I love growing flowers and am so excited that spring is almost here! Even though we lost an hour of sleep last night, it is so worth it for these longer days and more plants growing again! Today I want to talk to you about hibiscus plant care.
The beautiful hibiscus flowering plant does not have one set origin. This tropical plant came from several areas. China or India, Mauritius, Fiji, Madagascar, and Hawaii all have native hibiscus. Notice these places are near the equator, where environmental conditions are ideal for hibiscus to grow in.
Hibiscus rosa-sinensis is the name of one of the original hibiscus plants. It has the red coloring that is so popular with hibiscus here in Southern California and elsewhere. Today’s ornamental hibiscus are all hybrids of the orignal eight hibiscus. This means that there are many different types of beautiful hibiscus to choose from!
- There are more than 200 species of hibiscus.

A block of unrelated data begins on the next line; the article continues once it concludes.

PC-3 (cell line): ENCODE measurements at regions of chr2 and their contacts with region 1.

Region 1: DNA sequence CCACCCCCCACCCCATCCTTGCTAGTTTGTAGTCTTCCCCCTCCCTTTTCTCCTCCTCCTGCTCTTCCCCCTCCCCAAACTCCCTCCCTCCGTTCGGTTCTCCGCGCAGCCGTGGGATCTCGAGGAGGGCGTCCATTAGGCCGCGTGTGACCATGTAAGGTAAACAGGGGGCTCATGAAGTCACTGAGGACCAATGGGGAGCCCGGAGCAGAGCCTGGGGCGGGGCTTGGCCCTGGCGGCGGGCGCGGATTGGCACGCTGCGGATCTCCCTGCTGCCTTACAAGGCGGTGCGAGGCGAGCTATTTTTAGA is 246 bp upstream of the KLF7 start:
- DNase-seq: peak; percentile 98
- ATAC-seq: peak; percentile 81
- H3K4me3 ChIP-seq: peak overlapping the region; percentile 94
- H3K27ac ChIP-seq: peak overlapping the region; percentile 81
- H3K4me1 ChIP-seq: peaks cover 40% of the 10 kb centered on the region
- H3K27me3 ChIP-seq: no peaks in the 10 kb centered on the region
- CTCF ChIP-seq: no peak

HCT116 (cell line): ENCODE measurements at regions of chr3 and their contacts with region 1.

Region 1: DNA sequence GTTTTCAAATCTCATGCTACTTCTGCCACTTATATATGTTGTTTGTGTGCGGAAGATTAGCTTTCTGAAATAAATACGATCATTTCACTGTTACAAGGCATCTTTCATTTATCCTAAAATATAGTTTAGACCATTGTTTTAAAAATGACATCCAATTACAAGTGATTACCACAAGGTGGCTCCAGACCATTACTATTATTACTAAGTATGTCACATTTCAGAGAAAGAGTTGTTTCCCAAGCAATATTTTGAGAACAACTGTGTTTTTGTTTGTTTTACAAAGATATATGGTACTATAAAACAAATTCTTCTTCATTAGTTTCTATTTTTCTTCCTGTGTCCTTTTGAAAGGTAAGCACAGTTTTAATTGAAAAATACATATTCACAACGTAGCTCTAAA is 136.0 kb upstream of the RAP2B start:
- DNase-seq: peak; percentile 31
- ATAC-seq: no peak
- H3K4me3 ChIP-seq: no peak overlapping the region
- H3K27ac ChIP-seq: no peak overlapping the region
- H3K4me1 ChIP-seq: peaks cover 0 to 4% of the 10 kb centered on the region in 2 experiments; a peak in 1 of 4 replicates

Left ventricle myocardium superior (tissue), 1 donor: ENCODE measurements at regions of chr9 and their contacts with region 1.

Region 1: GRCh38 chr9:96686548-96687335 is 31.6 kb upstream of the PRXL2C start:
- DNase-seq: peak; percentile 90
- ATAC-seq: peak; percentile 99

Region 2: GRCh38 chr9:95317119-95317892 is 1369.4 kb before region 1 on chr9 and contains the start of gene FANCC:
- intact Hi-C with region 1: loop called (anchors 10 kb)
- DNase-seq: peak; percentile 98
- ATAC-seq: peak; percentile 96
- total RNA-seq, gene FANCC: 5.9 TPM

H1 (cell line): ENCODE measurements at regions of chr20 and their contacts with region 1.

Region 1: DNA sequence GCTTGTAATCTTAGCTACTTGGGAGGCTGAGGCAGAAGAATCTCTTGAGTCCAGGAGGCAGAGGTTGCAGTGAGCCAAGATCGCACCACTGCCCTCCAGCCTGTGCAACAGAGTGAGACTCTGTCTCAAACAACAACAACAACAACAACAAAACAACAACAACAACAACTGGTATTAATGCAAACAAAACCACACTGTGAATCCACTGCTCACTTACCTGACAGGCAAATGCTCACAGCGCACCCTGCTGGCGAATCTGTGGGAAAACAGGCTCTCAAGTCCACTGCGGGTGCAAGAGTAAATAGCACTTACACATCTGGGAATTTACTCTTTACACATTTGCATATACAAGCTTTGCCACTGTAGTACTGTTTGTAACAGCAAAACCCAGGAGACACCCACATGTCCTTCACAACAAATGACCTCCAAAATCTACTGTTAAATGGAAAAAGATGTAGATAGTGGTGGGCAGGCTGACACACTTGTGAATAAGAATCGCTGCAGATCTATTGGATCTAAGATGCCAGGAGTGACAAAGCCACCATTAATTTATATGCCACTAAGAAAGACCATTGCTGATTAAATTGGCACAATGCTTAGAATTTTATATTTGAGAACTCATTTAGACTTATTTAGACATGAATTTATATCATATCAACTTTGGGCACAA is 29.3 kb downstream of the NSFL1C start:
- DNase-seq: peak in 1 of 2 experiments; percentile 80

- Hibiscus plants can grow up to 15 feet.
- People living in Polynesia make grass skirts from hibiscus tree bark.
- Thailand and China are the largest producers of hibiscus.
- Hibiscus tea is a very popular drink.
- Hibiscus grow as perennials or annuals, based on type.
- Hummingbirds, bees, and butterflies love pollinating hibiscus.
- Hibiscus tea is know to lower cholesterol levels and decrease blood pressure.
- Hawaiian and Tahitian women wear a hibiscus flower behind their right ear if they are single and want to marry.
- Hibiscus cannabinus is a type of hibiscus that is used to make paper.
As stated above, there are many different types of hibiscus. For time’s sake, I am only going to go over a few of the more popular types of hibiscus plants below.
Pink Lipstick – This is one of my favorites because of the rich, pink color of the flowers. The large and colorful flowers are hard to miss!
Tropical Hibiscus -These hibiscus are native to the Hawaiian islands. They are part of the Malvaceae family. These hibiscus have leaves that seem to glow and brightly colored flowers. These come in a variety of colors.
China Rose – China Rose are native to china and used as a shoe polish. The flowers are oval shapes and grow 4 feet wide. The entire plant can grow 15 to 25 feet tall. The flowers are the popular red color, but come in other shades as well.
Rose of Sharon – This hibiscus is also called Hibiscus syriacus. These are popular in South Korea and can grow up to 15 feet. The petals are long and come in white, violet, and purple.